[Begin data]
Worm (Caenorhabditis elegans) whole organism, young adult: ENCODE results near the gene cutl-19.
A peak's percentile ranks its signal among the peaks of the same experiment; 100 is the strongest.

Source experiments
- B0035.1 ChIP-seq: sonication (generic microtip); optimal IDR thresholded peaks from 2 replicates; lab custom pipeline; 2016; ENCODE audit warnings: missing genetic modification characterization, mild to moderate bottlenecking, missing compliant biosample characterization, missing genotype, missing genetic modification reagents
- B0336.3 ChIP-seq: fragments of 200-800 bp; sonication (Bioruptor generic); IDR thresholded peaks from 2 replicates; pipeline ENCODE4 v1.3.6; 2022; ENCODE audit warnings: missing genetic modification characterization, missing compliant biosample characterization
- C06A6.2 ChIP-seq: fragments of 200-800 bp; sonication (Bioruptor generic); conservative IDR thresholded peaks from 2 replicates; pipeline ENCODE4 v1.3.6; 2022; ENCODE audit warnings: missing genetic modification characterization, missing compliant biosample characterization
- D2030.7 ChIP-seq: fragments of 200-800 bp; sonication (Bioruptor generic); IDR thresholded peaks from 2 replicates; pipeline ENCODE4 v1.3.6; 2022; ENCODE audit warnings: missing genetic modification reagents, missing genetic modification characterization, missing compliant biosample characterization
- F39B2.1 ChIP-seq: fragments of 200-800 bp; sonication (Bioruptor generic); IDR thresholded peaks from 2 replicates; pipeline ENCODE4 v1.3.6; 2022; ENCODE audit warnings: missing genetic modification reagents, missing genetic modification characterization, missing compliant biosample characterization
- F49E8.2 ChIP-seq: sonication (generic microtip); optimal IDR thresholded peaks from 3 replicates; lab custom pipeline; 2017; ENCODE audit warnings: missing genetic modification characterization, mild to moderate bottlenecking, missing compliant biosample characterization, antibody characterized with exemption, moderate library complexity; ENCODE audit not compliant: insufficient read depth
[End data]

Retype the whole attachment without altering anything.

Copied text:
Worm (Caenorhabditis elegans) whole organism, young adult: ENCODE results near the gene cutl-19.
A peak's percentile ranks its signal among the peaks of the same experiment; 100 is the strongest.

Source experiments
- B0035.1 ChIP-seq: sonication (generic microtip); optimal IDR thresholded peaks from 2 replicates; lab custom pipeline; 2016; ENCODE audit warnings: missing genetic modification characterization, mild to moderate bottlenecking, missing compliant biosample characterization, missing genotype, missing genetic modification reagents
- B0336.3 ChIP-seq: fragments of 200-800 bp; sonication (Bioruptor generic); IDR thresholded peaks from 2 replicates; pipeline ENCODE4 v1.3.6; 2022; ENCODE audit warnings: missing genetic modification characterization, missing compliant biosample characterization
- C06A6.2 ChIP-seq: fragments of 200-800 bp; sonication (Bioruptor generic); conservative IDR thresholded peaks from 2 replicates; pipeline ENCODE4 v1.3.6; 2022; ENCODE audit warnings: missing genetic modification characterization, missing compliant biosample characterization
- D2030.7 ChIP-seq: fragments of 200-800 bp; sonication (Bioruptor generic); IDR thresholded peaks from 2 replicates; pipeline ENCODE4 v1.3.6; 2022; ENCODE audit warnings: missing genetic modification reagents, missing genetic modification characterization, missing compliant biosample characterization
- F39B2.1 ChIP-seq: fragments of 200-800 bp; sonication (Bioruptor generic); IDR thresholded peaks from 2 replicates; pipeline ENCODE4 v1.3.6; 2022; ENCODE audit warnings: missing genetic modification reagents, missing genetic modification characterization, missing compliant biosample characterization
- F49E8.2 ChIP-seq: sonication (generic microtip); optimal IDR thresholded peaks from 3 replicates; lab custom pipeline; 2017; ENCODE audit warnings: missing genetic modification characterization, mild to moderate bottlenecking, missing compliant biosample characterization, antibody characterized with exemption, moderate library complexity; ENCODE audit not compliant: insufficient read depth